Morgan Middle School

Morgan Middle School is lit up by a fading sunset in Ellensburg on Thursday.

When school districts around the state submitted their four-year budgets earlier this week, the ramifications of the Legislature’s McCleary plan to fully fund K-12 education started to become painfully apparent.

Not only does the plan not adequately and equitably fund basic education, but it forces a handful of districts including Ellensburg, Kittitas and Thorp to dip into reserves. Thorp Superintendent Andrew Perkins said most school districts carry a reserve of 12 percent of their total budget, and if policies don’t change Thorp will be broke in two years.

“I would love to see any of those budgets that’s black all four years,” new Thorp Superintendent Andrew Perkins said. “I’d like to see one. Send it to me if you find one because I don’t believe it.”

In 2012 the state Supreme Court ruled that the state was violating its Constitution by failing to fully fund basic education for children in the state. The Legislature came up with a plan to come into compliance with that ruling, but several aspects of that plan leave some districts as big winners, and others as big losers.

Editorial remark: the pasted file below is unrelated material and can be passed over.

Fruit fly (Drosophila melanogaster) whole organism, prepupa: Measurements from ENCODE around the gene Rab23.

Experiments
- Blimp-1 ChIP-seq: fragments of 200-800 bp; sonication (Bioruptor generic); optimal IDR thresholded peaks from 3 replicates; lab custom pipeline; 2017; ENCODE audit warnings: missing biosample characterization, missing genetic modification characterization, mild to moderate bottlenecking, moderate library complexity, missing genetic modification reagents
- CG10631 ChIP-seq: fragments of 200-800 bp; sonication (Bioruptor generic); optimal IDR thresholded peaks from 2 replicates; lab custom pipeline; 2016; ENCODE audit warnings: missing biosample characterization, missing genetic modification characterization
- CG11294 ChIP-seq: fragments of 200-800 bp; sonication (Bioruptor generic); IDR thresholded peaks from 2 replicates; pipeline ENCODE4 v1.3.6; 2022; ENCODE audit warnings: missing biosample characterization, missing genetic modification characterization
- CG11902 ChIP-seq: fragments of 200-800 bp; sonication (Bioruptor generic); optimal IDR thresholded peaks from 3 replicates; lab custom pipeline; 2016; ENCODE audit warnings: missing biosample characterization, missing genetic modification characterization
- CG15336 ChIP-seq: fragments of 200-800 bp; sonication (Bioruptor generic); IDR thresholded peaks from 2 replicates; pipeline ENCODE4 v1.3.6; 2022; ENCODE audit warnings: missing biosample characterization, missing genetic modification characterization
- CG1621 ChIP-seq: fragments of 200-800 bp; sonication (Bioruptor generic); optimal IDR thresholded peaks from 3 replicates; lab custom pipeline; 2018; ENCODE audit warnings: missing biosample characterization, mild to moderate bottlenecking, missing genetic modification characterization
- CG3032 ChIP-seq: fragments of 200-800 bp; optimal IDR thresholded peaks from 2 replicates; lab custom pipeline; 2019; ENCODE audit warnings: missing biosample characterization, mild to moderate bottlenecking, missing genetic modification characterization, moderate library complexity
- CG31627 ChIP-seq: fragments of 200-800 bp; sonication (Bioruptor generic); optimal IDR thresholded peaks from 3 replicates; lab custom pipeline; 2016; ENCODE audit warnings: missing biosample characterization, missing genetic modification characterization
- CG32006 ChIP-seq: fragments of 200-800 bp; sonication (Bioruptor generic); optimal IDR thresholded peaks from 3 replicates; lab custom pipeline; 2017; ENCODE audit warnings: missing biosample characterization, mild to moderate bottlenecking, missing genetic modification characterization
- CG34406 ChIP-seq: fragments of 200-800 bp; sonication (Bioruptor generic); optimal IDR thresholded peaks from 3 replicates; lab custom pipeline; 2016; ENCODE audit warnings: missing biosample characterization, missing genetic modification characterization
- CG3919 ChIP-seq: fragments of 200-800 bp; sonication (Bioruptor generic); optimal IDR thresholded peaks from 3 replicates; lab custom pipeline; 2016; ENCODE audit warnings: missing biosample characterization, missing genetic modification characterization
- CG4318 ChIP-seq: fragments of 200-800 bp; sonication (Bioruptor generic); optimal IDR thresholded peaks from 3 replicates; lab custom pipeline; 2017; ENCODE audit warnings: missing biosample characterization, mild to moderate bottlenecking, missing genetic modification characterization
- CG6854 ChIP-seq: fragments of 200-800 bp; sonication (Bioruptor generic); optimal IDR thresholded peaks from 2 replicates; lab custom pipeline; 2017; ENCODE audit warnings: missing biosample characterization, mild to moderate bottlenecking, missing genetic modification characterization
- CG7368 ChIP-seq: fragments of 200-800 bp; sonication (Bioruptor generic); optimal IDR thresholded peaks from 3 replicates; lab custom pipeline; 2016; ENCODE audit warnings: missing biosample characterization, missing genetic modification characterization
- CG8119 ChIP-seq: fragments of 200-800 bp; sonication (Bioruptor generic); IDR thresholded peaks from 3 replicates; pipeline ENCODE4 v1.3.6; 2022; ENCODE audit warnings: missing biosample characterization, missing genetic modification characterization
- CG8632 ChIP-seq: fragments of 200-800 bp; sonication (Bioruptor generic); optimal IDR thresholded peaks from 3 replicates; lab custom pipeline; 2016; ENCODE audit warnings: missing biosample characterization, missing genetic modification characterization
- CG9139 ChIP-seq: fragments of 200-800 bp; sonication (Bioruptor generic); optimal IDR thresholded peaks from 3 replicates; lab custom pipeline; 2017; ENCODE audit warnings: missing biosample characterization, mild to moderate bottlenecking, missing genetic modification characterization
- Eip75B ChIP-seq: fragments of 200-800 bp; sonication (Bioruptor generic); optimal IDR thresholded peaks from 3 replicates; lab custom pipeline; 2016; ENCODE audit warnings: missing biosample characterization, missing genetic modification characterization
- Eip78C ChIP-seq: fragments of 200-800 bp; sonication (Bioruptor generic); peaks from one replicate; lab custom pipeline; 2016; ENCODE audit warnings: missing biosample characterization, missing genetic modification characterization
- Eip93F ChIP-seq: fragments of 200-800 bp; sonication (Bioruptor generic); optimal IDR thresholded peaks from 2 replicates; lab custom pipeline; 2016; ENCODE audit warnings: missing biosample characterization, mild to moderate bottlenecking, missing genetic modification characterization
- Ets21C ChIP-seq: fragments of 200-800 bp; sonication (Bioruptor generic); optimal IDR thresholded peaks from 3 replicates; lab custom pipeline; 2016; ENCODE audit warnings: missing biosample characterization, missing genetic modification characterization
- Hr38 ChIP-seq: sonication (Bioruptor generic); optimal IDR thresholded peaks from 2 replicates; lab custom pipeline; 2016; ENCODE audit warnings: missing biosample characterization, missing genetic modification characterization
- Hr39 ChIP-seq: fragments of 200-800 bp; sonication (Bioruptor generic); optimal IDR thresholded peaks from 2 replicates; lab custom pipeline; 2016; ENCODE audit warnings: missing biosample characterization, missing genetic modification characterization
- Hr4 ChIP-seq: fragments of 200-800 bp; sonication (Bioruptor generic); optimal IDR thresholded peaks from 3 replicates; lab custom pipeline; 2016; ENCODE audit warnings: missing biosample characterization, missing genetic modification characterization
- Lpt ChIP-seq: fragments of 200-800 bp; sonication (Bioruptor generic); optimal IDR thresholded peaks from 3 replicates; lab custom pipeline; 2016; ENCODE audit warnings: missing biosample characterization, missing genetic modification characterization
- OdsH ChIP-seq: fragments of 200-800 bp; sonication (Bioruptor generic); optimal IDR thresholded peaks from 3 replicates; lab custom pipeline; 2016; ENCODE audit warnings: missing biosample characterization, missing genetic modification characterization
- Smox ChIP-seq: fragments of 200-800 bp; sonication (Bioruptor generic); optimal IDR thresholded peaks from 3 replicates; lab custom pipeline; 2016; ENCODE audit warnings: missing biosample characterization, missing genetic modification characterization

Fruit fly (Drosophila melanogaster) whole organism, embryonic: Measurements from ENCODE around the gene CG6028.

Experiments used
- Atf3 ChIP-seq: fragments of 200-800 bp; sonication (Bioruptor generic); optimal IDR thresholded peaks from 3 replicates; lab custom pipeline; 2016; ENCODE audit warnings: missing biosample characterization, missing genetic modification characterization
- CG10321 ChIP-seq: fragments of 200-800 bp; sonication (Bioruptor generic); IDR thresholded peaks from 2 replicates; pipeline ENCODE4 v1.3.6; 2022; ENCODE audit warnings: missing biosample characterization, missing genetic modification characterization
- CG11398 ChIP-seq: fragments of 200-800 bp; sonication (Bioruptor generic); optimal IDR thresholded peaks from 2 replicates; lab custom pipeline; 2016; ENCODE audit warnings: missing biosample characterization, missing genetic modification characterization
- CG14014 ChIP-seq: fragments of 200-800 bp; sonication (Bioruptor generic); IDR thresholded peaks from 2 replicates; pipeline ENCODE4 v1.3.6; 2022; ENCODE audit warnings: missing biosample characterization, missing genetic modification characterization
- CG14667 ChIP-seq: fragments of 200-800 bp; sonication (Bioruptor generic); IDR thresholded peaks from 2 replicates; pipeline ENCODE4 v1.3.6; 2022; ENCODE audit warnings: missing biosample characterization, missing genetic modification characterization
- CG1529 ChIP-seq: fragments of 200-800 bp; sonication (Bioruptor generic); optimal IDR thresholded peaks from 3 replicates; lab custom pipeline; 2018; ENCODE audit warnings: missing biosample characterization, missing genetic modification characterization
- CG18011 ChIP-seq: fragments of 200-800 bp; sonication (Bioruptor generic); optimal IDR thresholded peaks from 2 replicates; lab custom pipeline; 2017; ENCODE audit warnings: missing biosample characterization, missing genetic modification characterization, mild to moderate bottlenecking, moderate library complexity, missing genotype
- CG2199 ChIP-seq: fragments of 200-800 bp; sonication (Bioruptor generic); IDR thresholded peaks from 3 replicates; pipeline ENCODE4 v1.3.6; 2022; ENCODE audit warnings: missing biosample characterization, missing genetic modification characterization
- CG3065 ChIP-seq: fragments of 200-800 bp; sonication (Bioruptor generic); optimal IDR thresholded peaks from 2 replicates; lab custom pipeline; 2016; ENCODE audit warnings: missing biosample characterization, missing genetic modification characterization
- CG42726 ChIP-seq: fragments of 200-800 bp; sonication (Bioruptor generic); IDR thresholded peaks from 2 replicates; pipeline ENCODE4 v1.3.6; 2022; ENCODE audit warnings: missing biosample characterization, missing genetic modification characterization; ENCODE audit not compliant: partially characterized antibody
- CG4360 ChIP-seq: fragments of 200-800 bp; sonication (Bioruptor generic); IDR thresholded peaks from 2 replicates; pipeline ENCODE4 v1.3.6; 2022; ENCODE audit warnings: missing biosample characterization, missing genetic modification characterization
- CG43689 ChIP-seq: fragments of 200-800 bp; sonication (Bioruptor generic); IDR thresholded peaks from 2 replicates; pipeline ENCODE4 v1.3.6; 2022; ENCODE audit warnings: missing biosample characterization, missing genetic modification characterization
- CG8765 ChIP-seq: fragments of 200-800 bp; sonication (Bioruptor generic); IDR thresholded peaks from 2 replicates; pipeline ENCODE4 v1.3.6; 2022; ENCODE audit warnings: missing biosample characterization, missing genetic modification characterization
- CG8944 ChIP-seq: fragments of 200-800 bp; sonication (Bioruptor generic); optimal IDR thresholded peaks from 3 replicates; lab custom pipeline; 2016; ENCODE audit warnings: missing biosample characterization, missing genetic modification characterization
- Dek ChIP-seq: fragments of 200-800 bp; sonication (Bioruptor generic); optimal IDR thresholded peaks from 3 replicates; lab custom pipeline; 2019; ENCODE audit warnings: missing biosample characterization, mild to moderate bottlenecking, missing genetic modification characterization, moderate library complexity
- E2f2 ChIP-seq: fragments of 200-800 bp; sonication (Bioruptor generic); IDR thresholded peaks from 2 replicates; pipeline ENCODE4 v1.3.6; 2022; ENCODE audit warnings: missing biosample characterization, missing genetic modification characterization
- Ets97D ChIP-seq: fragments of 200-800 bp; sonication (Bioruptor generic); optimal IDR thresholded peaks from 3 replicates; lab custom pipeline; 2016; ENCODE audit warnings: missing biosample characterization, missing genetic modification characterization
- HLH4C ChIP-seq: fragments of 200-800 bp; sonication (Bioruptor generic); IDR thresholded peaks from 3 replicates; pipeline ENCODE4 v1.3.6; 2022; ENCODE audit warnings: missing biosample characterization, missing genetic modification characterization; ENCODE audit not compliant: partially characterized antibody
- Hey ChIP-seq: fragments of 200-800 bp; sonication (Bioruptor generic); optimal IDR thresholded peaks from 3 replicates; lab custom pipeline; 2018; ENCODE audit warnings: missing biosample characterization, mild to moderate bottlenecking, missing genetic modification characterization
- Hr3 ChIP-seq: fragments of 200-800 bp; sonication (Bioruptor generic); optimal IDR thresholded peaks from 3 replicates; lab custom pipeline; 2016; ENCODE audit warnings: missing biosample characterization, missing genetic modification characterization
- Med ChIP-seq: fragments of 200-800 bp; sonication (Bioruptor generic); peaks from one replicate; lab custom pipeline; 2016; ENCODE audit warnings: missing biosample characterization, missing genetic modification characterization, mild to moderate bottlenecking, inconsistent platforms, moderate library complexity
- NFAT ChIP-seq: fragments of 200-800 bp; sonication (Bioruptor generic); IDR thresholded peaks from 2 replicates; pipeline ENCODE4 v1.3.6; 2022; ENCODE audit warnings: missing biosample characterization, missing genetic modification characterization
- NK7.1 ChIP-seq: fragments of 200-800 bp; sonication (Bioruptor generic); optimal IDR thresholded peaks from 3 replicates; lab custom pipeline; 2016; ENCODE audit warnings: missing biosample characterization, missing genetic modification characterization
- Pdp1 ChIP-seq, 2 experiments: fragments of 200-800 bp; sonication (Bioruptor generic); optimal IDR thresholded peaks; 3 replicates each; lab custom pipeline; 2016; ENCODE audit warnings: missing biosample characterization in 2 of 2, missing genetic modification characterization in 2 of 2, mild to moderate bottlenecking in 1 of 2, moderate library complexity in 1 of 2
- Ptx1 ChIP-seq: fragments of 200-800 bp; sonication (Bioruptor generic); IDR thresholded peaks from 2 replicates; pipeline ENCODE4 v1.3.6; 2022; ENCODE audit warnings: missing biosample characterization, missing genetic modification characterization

Levy equalization

Since the Legislature is infusing districts around the state with about $5.5 billion, it also capped the amount districts are allowed to collect through levies at $1.50 per $1,000 of assessed property value. This affects different districts in different ways. In districts with less total property value, the state kicks in a little more money through levy equalization. The problem is, the property poor districts’ levies don’t have very far to come down to $1.50, so they are not losing that much money with the cap, but are seeing a windfall of cash through equalization and the additional state funding that is forthcoming.